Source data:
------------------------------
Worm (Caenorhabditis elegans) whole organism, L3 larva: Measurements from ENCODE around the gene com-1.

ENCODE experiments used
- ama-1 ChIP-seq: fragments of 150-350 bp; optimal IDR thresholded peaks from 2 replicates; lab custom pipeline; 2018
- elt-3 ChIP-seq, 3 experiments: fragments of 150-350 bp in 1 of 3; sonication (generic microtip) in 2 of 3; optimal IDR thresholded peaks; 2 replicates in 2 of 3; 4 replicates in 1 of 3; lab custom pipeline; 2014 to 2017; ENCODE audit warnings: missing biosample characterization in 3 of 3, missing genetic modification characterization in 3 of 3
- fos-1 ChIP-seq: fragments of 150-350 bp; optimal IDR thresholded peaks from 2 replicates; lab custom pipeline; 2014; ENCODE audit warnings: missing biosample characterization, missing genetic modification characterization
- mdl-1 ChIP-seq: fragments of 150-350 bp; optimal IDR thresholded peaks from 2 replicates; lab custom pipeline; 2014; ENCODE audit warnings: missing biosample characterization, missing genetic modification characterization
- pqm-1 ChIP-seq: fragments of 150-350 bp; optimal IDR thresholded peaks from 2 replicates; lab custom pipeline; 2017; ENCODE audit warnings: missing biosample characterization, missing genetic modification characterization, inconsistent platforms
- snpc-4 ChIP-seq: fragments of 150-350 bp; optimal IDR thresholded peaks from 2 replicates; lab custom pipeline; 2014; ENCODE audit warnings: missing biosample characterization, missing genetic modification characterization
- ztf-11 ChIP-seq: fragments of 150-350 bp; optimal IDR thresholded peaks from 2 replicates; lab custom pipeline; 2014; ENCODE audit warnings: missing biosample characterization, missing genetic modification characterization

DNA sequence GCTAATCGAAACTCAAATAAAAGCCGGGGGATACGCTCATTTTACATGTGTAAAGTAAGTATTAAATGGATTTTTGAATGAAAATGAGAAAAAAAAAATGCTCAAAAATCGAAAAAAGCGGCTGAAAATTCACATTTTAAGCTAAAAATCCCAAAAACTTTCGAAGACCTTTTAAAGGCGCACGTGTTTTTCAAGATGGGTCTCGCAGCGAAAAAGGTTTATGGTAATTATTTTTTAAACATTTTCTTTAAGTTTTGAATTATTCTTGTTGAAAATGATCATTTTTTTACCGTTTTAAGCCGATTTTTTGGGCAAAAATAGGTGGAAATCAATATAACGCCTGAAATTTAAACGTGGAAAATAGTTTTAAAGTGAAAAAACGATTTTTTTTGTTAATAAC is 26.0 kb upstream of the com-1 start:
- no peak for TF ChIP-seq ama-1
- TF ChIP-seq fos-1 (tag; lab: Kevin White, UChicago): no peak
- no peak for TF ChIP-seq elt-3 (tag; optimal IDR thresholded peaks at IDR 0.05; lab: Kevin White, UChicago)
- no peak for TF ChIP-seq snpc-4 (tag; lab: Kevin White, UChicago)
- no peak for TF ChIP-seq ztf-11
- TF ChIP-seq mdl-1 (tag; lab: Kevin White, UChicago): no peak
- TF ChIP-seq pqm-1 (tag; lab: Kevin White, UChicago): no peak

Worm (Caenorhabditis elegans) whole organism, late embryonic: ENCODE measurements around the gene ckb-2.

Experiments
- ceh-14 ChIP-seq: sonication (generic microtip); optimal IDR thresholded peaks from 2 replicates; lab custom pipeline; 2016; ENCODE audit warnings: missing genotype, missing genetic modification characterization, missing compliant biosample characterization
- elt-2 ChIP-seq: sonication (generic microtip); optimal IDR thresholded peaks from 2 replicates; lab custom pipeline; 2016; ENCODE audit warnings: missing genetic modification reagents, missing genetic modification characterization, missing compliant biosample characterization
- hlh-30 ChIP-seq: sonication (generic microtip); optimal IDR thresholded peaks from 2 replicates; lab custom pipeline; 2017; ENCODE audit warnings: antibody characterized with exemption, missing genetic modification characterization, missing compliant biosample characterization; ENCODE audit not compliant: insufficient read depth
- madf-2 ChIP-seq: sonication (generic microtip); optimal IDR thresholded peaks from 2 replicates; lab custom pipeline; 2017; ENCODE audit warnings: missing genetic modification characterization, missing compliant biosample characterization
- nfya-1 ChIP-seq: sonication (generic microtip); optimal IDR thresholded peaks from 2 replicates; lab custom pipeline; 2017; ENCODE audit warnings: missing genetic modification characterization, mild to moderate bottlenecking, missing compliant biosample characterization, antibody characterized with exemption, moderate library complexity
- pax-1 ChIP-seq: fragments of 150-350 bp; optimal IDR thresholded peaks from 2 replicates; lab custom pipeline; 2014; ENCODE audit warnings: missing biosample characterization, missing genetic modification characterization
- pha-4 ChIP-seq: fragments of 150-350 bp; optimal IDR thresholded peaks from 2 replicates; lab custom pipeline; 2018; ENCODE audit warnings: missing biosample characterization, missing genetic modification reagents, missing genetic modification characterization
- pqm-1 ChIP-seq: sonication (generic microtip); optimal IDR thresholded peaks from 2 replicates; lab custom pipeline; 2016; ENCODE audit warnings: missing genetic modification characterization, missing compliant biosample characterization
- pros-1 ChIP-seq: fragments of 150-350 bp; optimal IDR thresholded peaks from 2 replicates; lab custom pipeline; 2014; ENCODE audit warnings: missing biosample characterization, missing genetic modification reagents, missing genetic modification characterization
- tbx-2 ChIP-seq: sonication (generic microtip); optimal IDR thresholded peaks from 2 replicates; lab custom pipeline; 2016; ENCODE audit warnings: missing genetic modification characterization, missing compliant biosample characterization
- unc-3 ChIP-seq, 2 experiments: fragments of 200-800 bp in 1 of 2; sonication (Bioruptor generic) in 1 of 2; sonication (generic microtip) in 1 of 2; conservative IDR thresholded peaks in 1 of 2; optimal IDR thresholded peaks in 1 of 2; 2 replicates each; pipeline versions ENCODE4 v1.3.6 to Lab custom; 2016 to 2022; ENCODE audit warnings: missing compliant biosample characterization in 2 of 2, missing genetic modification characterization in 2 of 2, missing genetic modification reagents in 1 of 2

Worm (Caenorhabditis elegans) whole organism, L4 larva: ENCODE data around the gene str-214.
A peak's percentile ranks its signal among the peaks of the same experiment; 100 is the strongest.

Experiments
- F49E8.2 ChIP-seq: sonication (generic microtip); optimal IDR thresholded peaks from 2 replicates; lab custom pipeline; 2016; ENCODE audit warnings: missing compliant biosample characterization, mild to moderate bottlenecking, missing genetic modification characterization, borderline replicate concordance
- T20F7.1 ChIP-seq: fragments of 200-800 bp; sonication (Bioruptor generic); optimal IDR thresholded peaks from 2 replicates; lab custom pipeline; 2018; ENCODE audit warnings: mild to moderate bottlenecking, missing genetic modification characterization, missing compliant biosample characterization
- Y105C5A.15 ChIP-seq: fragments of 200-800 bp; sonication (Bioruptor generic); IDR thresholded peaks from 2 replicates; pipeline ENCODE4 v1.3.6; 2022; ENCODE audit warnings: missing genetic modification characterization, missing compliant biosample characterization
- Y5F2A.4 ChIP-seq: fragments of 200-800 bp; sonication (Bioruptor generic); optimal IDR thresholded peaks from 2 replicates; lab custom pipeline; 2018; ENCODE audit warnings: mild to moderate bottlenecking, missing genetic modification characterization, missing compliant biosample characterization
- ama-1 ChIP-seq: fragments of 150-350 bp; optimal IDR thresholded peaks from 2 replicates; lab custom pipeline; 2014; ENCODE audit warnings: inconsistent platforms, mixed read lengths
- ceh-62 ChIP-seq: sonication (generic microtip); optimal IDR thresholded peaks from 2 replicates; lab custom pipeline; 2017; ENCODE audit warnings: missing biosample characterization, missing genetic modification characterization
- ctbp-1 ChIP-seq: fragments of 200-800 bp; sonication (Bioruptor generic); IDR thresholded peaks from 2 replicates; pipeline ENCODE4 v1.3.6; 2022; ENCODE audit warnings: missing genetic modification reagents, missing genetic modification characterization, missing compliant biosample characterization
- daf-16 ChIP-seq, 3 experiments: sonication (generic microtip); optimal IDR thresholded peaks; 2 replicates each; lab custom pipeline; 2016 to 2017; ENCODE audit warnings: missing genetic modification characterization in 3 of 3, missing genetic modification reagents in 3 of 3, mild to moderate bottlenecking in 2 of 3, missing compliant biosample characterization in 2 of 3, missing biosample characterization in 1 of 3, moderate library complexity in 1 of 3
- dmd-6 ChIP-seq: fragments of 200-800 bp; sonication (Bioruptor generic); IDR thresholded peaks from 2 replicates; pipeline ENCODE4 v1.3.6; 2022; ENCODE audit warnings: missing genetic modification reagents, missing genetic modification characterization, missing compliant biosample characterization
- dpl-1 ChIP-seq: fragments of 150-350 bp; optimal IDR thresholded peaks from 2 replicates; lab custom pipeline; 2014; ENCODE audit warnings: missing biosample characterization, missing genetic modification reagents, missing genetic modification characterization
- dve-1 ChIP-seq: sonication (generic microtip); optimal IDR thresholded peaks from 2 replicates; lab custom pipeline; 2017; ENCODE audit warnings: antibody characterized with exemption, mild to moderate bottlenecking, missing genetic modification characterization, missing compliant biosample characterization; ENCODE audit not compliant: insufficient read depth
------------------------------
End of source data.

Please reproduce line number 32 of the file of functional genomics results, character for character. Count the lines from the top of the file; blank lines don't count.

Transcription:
A peak's percentile ranks its signal among the peaks of the same experiment; 100 is the strongest.